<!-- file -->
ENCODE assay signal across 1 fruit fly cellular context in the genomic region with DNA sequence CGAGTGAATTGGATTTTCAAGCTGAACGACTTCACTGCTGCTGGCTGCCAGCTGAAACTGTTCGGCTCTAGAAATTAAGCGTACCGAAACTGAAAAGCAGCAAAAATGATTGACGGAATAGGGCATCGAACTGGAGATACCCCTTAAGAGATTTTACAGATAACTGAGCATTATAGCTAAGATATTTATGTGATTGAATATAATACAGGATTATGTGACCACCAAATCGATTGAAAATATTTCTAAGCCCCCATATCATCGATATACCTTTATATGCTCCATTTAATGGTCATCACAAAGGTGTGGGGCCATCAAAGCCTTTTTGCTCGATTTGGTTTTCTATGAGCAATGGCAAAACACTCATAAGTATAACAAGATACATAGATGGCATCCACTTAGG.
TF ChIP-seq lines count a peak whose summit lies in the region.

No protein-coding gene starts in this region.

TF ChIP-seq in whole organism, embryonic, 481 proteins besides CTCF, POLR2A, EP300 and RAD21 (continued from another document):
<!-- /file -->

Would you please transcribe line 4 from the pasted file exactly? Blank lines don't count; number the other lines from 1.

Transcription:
TF ChIP-seq in whole organism, embryonic, 481 proteins besides CTCF, POLR2A, EP300 and RAD21 (continued from another document):